For your sake and mine, I won’t try to unravel the parts of the movie concerning the newly-invented energy source ‘fluid karma,’ the three-way dance sequence featuring Johnson, Gellar, and Mandy Moore, or pretty much anything that occurs on the mega-zeppelin. Yeah, there’s a mega-zeppelin. As Slate wisely advise in their epic explanation of the picture’s plot, it would be misguided to attempt a literal reading of Southland Tales‘ more abstract and obtuse elements. Even declaring it a twisted retelling of The Book of Revelation – as they do – feels a little too neat. It’s better served if described as a document of its era: an hysterical commentary on the end of President George W. Bush’s reign in America, taken to its logical conclusion; a frenzied glimpse at a future that never was, where religious zealots and socialist terrorists induce the end of days.

When the movie’s narrator Pilot Abilene (Justin Timberlake) – an Iraq war veteran disfigured by an incident of friendly fire – drunkenly mouths along to The Killers’ ‘All These Things That I’ve Done,’ he peers directly into the camera with a sneering, dead-eyed expression as disturbing as that bunny suit from Donnie Darko. It’s a funny scene – featuring parallel universe Busby Berkeley-esque showgirls writhing up against Timberlake – yet it’s a piercing one too. Kelly has something to say about the (then) state of the union in Southland Tales. It’s not always apparent. In this instance, he hits the target.

Southland Tales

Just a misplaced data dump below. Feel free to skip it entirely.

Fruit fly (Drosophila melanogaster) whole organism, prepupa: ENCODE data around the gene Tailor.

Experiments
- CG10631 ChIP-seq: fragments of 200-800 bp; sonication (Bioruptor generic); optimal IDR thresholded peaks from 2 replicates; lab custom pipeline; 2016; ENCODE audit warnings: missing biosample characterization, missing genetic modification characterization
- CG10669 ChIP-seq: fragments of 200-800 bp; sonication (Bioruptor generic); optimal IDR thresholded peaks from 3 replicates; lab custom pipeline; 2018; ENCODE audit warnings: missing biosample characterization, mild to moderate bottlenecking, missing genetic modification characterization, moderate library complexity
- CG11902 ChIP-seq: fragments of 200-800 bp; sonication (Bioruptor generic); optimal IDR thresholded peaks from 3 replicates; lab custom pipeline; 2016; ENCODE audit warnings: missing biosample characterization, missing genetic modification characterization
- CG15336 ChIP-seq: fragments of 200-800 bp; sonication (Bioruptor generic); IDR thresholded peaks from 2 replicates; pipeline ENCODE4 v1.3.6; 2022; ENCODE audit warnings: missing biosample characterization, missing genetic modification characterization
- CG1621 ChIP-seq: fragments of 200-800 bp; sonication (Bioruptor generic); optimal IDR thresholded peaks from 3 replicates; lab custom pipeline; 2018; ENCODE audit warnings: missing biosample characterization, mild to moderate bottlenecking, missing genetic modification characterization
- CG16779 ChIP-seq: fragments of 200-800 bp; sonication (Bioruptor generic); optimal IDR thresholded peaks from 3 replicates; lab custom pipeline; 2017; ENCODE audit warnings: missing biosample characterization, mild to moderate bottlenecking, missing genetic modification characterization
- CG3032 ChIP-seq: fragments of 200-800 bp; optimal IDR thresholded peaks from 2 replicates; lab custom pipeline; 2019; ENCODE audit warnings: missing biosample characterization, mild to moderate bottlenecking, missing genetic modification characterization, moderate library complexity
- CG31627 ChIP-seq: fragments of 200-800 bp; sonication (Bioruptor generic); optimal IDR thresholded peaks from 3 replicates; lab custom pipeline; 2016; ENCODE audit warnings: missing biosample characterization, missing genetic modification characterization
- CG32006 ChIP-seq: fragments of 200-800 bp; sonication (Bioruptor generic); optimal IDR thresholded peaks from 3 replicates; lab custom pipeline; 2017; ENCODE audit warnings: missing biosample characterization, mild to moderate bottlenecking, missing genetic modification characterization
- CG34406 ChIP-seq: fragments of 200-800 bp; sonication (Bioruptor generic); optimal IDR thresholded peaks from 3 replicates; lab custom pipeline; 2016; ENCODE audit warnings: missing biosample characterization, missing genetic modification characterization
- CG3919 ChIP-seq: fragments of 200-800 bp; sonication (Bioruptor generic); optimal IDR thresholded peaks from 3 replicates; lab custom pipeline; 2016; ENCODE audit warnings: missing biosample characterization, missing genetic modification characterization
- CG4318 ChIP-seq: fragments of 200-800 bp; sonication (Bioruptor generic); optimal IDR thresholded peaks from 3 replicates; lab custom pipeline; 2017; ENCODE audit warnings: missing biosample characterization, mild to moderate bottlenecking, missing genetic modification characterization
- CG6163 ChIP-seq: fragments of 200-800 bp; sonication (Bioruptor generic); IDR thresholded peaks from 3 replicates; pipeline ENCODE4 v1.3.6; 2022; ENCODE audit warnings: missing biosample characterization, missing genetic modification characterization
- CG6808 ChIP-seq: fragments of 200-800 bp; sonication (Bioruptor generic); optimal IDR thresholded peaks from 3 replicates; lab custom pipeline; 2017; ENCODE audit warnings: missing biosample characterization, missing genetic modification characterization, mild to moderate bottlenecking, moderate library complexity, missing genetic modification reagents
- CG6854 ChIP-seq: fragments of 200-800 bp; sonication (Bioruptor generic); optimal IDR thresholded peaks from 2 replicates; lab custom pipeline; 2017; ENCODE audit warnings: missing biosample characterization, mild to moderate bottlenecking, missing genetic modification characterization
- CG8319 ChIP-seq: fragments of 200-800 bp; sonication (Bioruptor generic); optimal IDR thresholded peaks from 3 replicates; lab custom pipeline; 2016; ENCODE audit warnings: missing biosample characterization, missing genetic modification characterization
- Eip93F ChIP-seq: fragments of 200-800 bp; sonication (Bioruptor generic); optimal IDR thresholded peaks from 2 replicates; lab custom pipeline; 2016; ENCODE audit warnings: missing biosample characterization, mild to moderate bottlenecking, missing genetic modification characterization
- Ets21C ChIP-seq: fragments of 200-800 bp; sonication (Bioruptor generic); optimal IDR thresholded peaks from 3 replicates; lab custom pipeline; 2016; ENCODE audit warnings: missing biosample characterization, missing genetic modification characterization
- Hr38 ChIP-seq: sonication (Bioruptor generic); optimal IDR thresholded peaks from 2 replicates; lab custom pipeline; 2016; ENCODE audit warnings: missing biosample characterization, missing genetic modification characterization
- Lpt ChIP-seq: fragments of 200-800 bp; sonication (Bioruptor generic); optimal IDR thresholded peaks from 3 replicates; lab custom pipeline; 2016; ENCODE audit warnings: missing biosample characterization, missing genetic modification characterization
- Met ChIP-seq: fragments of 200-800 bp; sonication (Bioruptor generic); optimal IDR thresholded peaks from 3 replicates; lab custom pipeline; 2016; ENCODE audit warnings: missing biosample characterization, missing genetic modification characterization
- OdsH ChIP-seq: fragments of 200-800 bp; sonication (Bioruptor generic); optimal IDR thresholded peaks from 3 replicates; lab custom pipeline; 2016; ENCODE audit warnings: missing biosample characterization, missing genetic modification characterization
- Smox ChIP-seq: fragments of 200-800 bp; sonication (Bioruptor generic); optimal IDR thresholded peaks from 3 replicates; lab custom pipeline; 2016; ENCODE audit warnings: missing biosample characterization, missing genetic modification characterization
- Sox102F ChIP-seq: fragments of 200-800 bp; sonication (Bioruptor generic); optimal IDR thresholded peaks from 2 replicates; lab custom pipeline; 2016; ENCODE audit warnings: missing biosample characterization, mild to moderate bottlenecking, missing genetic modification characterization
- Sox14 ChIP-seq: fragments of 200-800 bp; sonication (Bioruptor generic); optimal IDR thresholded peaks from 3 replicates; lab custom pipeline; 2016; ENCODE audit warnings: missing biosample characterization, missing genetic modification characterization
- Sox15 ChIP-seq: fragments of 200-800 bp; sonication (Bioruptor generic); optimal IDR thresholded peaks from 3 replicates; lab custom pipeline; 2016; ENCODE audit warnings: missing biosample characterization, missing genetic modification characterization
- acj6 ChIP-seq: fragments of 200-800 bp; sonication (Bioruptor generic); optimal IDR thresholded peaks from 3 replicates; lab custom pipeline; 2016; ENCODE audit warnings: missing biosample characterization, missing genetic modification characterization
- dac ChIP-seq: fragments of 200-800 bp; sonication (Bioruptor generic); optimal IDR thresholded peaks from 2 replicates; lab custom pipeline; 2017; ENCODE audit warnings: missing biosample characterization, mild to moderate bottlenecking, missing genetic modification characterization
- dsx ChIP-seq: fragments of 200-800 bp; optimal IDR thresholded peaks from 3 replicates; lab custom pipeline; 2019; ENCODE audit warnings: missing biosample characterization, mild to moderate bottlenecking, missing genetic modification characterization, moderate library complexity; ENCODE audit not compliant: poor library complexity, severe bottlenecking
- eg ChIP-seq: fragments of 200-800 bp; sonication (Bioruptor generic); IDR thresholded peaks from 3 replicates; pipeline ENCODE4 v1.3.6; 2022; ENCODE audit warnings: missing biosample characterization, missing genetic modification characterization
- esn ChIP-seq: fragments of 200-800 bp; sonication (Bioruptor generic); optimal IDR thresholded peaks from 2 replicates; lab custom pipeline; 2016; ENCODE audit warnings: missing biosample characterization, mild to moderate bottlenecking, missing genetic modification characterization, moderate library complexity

Kelly’s screenplays have always impressed/infuriated. His talents as a visual stylist have never inspired the same feelings. The best compliments paid to him always involve moments in which he collides imagery with ingenious soundtrack selections. That rings true here, also. The aforementioned rendition of ‘All These Things That I’ve Done’ is just one example. An early sequence in which Boxer and Roland – fresh from witnessing the murder of, ahem, Amy Poehler and Wood Harris – flee in opposite directions sees them engulfed by fog as The Pixies’ ‘Wave of Mutilation’ plays. And then, perhaps the movie’s most virtuoso moment: a steadicam shot following various characters as they wander around the mega-zeppelin, culminating in Bai Ling gyrating to Black Rebel Motorcycle Club’s ‘Howl.’  Sometimes listing what one likes about Southland Tales sounds like listing elements from a dozen different films at once.

And how can it not? With appearances from countless Saturday Night Live alumni, not to mention Poltergeist legend Zelda Rubinstein, an unrecognisable Kevin Smith, as well as the disparate talents Wallace Shawn and Bai Ling (who share a grubby, tongue-filled embrace, no less), it’s essential watching for those who love playing ‘background artist’ bingo. Some of their character names? Vaughn Smallhouse. Walter Mung. Zora Charmichaels. Fortunio Badlucci. Simon Theory. Bing Zinneman. They go on like that. And the quotes! Those wonderful, hammy, uncomfortably delivered, and frequently hilarious quotes: “I’m a pimp, and pimps don’t commit suicide.” “Scientists are saying the future is going to be far more futuristic than they originally predicted.” “There’d be a lot less violence in the world if everyone just got a little more cardio.” “Teen horniness is not a crime.” Southland Tales is a one-of-a-kind collage that will work for few and enrage the rest. It’s the kind of picture that ends with a bang, a handshake, and a flying ice-cream truck, and that is not even close to being the strangest thing that happens. We’ll never see a work quite like it again. So, of course, everyone should see it.


Check out Simon Miraudo’s other reviews here.

Southland Tales is available on Quickflix.